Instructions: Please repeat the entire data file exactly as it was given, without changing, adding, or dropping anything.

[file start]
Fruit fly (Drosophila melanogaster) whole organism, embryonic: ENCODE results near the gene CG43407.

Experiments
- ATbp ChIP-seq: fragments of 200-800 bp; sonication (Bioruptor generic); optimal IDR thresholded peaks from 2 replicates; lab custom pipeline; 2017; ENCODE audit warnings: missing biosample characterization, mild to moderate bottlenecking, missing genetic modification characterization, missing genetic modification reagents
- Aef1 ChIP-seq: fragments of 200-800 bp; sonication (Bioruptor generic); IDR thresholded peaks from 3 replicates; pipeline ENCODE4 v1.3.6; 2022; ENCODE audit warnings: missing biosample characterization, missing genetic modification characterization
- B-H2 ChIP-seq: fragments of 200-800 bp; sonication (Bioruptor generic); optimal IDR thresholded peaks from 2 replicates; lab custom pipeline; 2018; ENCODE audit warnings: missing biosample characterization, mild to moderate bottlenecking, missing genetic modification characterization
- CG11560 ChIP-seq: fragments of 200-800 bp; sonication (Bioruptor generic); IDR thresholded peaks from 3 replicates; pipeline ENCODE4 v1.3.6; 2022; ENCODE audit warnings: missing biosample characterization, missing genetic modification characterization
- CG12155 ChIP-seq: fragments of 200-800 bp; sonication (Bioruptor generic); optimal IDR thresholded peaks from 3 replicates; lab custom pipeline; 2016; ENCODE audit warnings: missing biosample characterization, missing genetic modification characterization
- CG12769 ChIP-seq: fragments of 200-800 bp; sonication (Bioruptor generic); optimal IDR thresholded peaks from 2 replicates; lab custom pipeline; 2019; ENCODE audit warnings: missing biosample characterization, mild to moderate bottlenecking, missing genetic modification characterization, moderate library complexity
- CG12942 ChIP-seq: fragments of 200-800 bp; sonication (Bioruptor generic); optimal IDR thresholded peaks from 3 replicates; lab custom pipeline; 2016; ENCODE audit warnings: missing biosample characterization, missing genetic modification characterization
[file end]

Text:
Fruit fly (Drosophila melanogaster) whole organism, embryonic: ENCODE results near the gene CG43407.

Experiments
- ATbp ChIP-seq: fragments of 200-800 bp; sonication (Bioruptor generic); optimal IDR thresholded peaks from 2 replicates; lab custom pipeline; 2017; ENCODE audit warnings: missing biosample characterization, mild to moderate bottlenecking, missing genetic modification characterization, missing genetic modification reagents
- Aef1 ChIP-seq: fragments of 200-800 bp; sonication (Bioruptor generic); IDR thresholded peaks from 3 replicates; pipeline ENCODE4 v1.3.6; 2022; ENCODE audit warnings: missing biosample characterization, missing genetic modification characterization
- B-H2 ChIP-seq: fragments of 200-800 bp; sonication (Bioruptor generic); optimal IDR thresholded peaks from 2 replicates; lab custom pipeline; 2018; ENCODE audit warnings: missing biosample characterization, mild to moderate bottlenecking, missing genetic modification characterization
- CG11560 ChIP-seq: fragments of 200-800 bp; sonication (Bioruptor generic); IDR thresholded peaks from 3 replicates; pipeline ENCODE4 v1.3.6; 2022; ENCODE audit warnings: missing biosample characterization, missing genetic modification characterization
- CG12155 ChIP-seq: fragments of 200-800 bp; sonication (Bioruptor generic); optimal IDR thresholded peaks from 3 replicates; lab custom pipeline; 2016; ENCODE audit warnings: missing biosample characterization, missing genetic modification characterization
- CG12769 ChIP-seq: fragments of 200-800 bp; sonication (Bioruptor generic); optimal IDR thresholded peaks from 2 replicates; lab custom pipeline; 2019; ENCODE audit warnings: missing biosample characterization, mild to moderate bottlenecking, missing genetic modification characterization, moderate library complexity
- CG12942 ChIP-seq: fragments of 200-800 bp; sonication (Bioruptor generic); optimal IDR thresholded peaks from 3 replicates; lab custom pipeline; 2016; ENCODE audit warnings: missing biosample characterization, missing genetic modification characterization